visual, and the prediction was announced before the event.
'The parishioners in Skye were evidently largely imbued with the
Romanist-like belief in the powers of intercession vested in their
clergyman; so when they had a "warning" or "vision" they usually consulted
my father as to what they could do to prevent the coming disaster
befalling their relatives or friends. In this way my father had the
opportunity of noting down the minutiae of the "warning" or "vision"
directly it was told him. Having had the advantage of a medical, previous
to his theological, training, he was able to note down sound facts,
unembellished by superadded imagination. Entering into this method of
case-taking with a mind perfectly open, except for a slight touch of
scepticism, he was greatly surprised to discover how very frequently
realisations occurred exactly in conformance with the minutiae of the
vision as detailed in his note-book. Finally, he was compelled to
discard his scepticism, and to admit that some people had undoubtedly
the uncanny gift. Almost the first case he took (Case X.) was that of a
woman who had one day a vision of her son falling over a high rock at Uig,
in Skye, with a sheep or lamb.
'CASE X.--She heard her son exclaim in Gaelic, "This is a fatal lamb for
me." As her son lived several miles from Uig, and was a fisherman,
realisation seemed to my father very unlikely, but one month afterwards
the realisation occurred only too true. Unknown to his mother, who had
warned him against having anything to do with sheep or lambs, the son
one day, instead of going out in his boat, thought he would take a
holiday inland, and went off to Uig, where a farmer enlisted his
services in separating some lambs from the ewes. One of the lambs ran
away, and the fisher lad ran headlong after it, and not looking where he
was going, on catching the lamb was pulled by it to the edge of one of
the very picturesque but exceedingly dangerous rocks at Uig. Too late
realizing his critical position, he exclaimed, "This is a fatal lamb for
me," but going with such an impetus he was unable to bring himself up in
time, and, along with the lamb, fell over into the ravine below, and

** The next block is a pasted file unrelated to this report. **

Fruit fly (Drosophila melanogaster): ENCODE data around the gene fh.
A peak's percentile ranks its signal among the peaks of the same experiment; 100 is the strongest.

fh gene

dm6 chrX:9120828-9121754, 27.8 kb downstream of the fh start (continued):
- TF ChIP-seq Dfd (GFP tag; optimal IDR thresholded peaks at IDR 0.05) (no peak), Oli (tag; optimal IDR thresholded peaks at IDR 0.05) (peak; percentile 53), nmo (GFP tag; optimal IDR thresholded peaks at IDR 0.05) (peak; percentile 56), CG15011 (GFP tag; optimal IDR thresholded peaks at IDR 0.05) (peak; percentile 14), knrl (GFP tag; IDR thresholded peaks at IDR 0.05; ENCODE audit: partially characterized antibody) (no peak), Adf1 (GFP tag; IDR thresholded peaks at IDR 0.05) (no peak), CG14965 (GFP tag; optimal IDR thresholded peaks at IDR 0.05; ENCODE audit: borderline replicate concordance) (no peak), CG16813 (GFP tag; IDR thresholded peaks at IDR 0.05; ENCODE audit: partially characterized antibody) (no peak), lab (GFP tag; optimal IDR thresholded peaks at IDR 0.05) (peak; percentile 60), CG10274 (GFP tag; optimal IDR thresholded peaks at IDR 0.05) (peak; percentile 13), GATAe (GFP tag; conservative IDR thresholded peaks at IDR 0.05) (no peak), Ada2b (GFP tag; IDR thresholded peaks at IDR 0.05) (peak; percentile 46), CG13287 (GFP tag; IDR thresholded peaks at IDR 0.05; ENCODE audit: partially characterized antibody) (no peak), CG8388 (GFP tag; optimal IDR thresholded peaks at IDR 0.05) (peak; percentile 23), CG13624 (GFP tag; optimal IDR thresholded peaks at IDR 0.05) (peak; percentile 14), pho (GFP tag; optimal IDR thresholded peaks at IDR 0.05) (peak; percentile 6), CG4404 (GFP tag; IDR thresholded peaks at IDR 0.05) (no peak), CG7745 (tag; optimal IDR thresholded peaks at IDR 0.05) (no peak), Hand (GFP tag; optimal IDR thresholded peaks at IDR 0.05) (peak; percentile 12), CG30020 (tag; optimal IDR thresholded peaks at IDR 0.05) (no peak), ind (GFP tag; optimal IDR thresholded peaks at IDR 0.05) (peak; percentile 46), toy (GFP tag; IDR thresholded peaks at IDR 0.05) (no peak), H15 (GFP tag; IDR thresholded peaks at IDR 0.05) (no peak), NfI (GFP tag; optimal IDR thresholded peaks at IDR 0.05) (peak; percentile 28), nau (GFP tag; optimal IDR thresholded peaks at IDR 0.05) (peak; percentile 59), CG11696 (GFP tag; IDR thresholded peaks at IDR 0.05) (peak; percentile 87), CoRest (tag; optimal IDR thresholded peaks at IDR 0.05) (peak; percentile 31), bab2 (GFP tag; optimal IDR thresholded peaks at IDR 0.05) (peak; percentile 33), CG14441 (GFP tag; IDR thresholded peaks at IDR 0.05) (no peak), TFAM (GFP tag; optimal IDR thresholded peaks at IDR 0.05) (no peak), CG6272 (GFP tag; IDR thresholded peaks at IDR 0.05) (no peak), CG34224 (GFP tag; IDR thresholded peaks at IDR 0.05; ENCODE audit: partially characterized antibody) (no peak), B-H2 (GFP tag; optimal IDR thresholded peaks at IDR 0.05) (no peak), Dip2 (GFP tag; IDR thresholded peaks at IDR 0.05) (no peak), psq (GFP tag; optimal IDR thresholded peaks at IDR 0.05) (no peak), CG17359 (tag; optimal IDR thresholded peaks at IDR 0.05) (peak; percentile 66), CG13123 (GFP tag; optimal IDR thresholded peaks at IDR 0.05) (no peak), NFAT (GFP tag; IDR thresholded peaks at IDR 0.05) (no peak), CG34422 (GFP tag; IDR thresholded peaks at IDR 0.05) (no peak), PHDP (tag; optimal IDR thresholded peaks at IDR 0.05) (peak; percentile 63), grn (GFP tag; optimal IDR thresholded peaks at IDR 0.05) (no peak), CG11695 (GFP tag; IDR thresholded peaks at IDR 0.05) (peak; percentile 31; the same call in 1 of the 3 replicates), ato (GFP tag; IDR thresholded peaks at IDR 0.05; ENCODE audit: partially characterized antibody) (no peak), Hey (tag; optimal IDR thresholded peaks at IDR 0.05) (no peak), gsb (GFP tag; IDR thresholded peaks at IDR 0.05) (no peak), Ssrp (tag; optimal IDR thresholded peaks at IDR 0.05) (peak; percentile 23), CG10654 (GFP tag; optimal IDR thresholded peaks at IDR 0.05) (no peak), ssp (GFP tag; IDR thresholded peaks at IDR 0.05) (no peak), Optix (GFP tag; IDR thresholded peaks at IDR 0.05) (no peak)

was, of course, killed on the spot. The farmer, when he saw the lad's
danger, ran to his assistance, but was only in time to hear him cry out
in Gaelic before disappearing over the brink of the precipice. This was
predicted by the mother a month before. Was this simply a coincidence?'
Dr. Macgregor's remarks on the involuntary and unwelcome nature of the
visions is borne out by what Scheffer, as already quoted, says concerning
In addition to visions which thus come unsought, contributing knowledge of
things remote or even future, we may glance at visions which are provoked
by various methods. Drugs (_impepo_) are used, seers whirl in a wild
dance till they fall senseless, or trance is induced by various kinds of
self-suggestion or 'auto-hypnotism.' Fasting is also practised. In modern
life the self-induced trance is common among 'mediums'--a subject to which
we recur later.
So far, it will he observed, our evidence proves that precisely similar
_beliefs_ as to man's occasional power of opening the gates of distance
have been entertained in a great variety of lands and ages, and by races
in every condition of culture. The alleged experiences are still
said to occur, and have been investigated by physiologists of the eminence
of M. Richet. The question cannot but arise as to the residuum of fact in
these narrations, and it keeps on arising.
In the following chapter we discuss a mode of inducing hallucinations
which has for anthropologists the interest of universal diffusion. The
width of its range in savage races has not, we believe, been previously
observed. We then add facts of modern experience, about the authenticity
of which we, personally, entertain no doubt; and the provisional
conclusion appears to be that savages have observed a psychological
circumstance which has been ignored by professed psychologists, and which,
certainly, does not fit into the ordinary materialistic hypothesis.
[Footnote 1: Callaway, _Religion of the Zulus_, p. 232.]
[Footnote 2: Graham Dalzell, _Darker Superstitions of Scotland_, p. 481.]
[Footnote 3: See good evidence in _Ker of Kersland's Memoirs_.]
[Footnote 4: Autus Gellius, xv. 18, Dio Cassius, lxvii., Crespet, _De la
Haine du Diable, Proces de Jeanne d'Arc_.]
[Footnote 5: See 'Shamanism in Siberia,' _J.A.I._, November 1894,
pp. 147-149, and compare Scheffer. The article is very learned and
[Footnote 6: Williams mentions second sight in Fiji, but gives no
[Footnote 7: _Primitive Culture,_ i. 447. Mr. Tylor cites Dr. Brinton's
_Myths of the New World,_ p. 269. The reference in the recent edition is
p. 289. Carver's case is given under the head 'Possession' later.]
[Footnote 8: _Journal Historique_ p. 362; _Atlantic Monthly_, July 1866.]
[Footnote 9: Probably _impepo_, eaten by seers, according to Callaway.]